Perhaps it’s because I’m of Italian ancestry but this is one of my favorite countries to visit.
In Italy you’ll find timeless hill towns, classic farmhouses surrounded by vineyards or olive trees, ancient walled towns set atop hilltops, cypress trees, a Riviera every bit as beautiful as the French Riviera (I still remember my first trip to Portofino.) Alpine lakes and much more. Then, of course, there is the food and wine which is simply delicious and impossible to resist.
In Modica you’ll find excellent views from almost everywhere. The streets are steep and sloping and the building clings as if for dear life. Baroque churches dot the urban neighborhood, all beautifully restored. San Giorgio is the town’s most magnificent monument. The sculptural façade towers into the sky and you’ll want to visit this masterpiece. This façade culminates in an open stonework belfly which is distinct to a Sicilian architect, Gagliardi. This work became the prototype for late Baroque churches in the area.
Chocolate here became a local specialty, brought to Modica by the Cabrera family from South America where the cacao bean was first discovered. The chocolate bars made here are created from age-old Aztec recipes and have a wonderful grainy texture. The mpanatigghi is a ravioli-shaped cookie stuffed with cocoa and minced meat which simply melts in your mouth.
There are also terrific local cheeses to sample while you’re in the area. It “squeaks” as you chew it and comes in several different flavors and textures from creamy to spicy. Then, there are the terrific little trattorias where one of the specialties is scacce, filo pastry folded around pizza ingredients like tomato sauce, mushrooms and minced meats. Life here is very comfortable indeed.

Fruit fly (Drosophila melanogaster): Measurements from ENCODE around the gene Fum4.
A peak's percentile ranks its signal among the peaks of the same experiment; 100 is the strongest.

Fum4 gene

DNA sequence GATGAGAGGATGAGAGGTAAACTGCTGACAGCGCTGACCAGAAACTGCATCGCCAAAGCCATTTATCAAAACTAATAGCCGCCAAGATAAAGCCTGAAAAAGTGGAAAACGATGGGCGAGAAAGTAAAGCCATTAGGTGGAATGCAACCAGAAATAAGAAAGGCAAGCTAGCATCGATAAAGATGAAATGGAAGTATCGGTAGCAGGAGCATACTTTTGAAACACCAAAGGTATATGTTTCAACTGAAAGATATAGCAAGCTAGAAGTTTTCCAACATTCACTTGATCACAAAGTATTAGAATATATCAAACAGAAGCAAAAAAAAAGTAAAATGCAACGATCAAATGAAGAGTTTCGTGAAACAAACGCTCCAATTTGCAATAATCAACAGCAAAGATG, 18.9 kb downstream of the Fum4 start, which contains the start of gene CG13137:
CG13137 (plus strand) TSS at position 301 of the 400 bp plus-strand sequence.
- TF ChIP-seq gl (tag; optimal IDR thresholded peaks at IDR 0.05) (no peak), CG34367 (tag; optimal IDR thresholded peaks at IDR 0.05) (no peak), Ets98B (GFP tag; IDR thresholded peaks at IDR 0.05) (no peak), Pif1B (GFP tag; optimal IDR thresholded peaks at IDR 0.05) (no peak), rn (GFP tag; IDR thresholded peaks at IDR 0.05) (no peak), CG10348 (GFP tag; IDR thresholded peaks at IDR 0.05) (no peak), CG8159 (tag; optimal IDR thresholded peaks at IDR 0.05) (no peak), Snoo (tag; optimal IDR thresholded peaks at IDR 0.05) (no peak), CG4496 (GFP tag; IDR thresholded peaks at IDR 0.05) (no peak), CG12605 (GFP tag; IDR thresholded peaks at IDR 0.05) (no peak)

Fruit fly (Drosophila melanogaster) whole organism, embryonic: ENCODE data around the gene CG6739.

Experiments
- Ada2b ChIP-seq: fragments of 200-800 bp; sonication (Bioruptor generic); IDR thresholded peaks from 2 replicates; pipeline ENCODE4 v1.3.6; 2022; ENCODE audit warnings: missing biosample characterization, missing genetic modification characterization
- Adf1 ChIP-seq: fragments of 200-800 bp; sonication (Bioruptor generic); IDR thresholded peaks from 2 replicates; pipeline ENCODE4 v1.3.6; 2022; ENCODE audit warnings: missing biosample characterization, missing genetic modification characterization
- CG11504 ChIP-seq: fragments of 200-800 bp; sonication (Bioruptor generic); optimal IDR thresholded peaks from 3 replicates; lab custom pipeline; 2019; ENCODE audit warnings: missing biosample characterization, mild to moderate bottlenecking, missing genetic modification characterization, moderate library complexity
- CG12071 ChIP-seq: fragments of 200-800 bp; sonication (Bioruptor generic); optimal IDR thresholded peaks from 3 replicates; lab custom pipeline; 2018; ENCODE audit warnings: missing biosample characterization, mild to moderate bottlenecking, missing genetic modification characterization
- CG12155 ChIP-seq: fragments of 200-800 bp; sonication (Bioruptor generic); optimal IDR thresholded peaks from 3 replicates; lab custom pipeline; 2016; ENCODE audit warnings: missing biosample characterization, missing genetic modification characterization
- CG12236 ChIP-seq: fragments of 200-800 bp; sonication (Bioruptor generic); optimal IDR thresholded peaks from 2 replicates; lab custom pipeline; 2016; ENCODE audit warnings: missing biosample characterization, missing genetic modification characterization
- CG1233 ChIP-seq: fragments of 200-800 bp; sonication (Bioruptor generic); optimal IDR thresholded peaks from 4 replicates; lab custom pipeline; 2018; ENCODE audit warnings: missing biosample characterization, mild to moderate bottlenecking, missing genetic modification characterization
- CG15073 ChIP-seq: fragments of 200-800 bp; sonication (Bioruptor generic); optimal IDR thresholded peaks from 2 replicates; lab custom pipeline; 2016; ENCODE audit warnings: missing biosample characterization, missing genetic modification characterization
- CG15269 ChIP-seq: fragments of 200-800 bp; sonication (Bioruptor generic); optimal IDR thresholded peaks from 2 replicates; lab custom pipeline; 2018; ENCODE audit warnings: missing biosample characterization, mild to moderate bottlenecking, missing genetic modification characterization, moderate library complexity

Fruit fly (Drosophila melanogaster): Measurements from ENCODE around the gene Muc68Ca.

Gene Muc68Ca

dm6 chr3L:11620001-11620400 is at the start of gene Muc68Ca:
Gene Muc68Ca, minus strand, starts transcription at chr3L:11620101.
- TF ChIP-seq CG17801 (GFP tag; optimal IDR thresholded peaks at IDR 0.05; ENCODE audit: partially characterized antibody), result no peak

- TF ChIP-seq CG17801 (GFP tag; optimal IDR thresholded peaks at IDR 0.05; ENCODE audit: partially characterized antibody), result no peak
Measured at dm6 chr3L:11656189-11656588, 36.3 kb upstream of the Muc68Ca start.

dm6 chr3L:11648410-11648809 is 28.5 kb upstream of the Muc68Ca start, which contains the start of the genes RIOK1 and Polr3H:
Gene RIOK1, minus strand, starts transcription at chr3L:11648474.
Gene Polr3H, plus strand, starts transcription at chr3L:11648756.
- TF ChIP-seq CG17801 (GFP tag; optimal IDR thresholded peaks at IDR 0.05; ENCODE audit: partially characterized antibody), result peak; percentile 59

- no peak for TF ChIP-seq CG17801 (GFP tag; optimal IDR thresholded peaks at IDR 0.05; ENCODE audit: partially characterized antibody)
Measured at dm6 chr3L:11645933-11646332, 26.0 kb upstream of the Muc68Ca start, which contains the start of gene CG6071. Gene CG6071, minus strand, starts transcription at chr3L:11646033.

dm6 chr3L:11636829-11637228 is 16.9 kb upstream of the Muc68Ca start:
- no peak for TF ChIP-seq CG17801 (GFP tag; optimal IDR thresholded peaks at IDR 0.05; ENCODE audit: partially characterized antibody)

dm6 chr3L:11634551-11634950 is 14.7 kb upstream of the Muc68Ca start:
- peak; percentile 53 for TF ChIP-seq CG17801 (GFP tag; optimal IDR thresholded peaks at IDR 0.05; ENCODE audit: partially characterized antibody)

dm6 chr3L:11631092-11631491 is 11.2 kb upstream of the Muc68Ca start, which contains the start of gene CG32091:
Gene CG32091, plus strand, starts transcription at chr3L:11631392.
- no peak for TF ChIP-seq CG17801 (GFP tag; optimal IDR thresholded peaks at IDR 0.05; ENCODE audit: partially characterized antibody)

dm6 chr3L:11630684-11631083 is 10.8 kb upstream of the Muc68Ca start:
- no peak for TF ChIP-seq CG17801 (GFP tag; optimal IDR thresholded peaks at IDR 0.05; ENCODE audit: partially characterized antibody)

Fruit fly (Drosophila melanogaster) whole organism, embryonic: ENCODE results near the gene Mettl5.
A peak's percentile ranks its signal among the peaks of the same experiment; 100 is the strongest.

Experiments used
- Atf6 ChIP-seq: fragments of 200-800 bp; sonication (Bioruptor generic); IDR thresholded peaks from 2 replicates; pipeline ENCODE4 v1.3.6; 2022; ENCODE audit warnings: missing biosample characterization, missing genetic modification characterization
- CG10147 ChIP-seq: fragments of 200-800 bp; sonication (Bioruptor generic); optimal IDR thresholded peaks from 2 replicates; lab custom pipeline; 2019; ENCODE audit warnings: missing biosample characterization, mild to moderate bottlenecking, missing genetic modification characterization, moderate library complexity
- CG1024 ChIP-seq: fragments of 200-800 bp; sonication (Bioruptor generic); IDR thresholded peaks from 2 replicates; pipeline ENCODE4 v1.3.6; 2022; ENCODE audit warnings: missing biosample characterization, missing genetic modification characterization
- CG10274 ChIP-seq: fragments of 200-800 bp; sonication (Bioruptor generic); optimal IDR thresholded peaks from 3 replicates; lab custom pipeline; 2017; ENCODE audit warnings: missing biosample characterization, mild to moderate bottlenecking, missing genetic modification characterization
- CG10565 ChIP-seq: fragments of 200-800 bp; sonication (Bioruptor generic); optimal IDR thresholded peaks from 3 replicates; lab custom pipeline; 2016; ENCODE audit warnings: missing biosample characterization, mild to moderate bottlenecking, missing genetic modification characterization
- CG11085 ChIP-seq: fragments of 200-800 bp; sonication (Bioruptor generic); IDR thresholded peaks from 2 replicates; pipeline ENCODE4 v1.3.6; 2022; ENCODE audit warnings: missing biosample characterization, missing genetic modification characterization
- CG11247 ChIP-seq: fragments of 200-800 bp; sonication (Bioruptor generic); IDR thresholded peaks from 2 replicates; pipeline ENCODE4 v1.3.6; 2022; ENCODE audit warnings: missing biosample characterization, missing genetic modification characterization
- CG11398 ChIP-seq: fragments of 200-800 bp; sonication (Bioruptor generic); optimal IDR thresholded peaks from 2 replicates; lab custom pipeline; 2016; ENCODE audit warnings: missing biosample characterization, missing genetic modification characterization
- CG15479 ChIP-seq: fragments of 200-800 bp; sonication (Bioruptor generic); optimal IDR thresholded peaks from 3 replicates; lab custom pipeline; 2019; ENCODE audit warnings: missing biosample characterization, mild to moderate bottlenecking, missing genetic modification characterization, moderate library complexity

Tuscany is a beautiful region of Italy to visit, the region is a popular honeymoon destination. It’s golden triangle includes the cities and towns of Florence, Pisa and Siena. It’s expensive to live and/or visit here. Instead I would suggest going to Lunigiana, northern Tuscany, where prices drop considerably. This area is bordered by Liguiria to the west and Emilia Romagna to the north and has a backdrop of the Apennines and Apuan Alps. It’s here the white marble used by Michelangelo came from. Here you’ll find fortified towns, medieval castles and little hill villages set above curving valley roads. You can walk along ancient pilgrim paths and through chestnut woods and discover clear running rivers with natural rock pools and waterfalls. This is the Tuscany that has no crowds and life simply follows the patterns of the seasons.
It’s not a remote area and it takes only a short train ride to arrive here from La Spezia the Ligurian seaport and Italian naval base. And La Spezia is close to Cinque Terre’s painted fishing villages. Renting a home or apartment in this area means you can enjoy seaside pleasures that are almost on your doorstep but avoid paying the usual high coastal prices. Want to buy instead of rent? Currently old stone houses ready for restoration can be had for about $33,000 – $35,000 USD.
I love the Italian Riviera and have been blessed to be able to visit it for it’s here where my parent’s families come from. I have been privileged to eat in their homes and play with their children. They took me to the local beach long before the lovely beaches became polluted (most have been pretty well cleaned up by now.) For exotic beaches click here.
The Italian Riviera is the coast to the west and east of Genoa, Liguria, and extends from France to Tuscany. The Italian word “Riviera” includes the Riviera di Levante, from Genoa toward Tuscany, and the Riviera di Ponente, from Genoa to France. The Riviera di Ponente ends at Ventimiglia, which was once a former customs post for traffic with France. A part of the Riviera di Ponente centered in Savona, is called “Riviera delle Palme” (Palms Riviera); another part, centered in Sanremo, is called “Riviera dei Fiori,” because of the production of flowers. The Italian Riviera is famous for its mild climate and is a much frequented tourist destination even in the off-season. Try to avoid it in July and August because it’s very crowded then. My family spent a week there last July and mentioned how crowded it was. Many of the names of the towns and villages will be familiar to you – Portofino, San Remo, and Cinque Terre.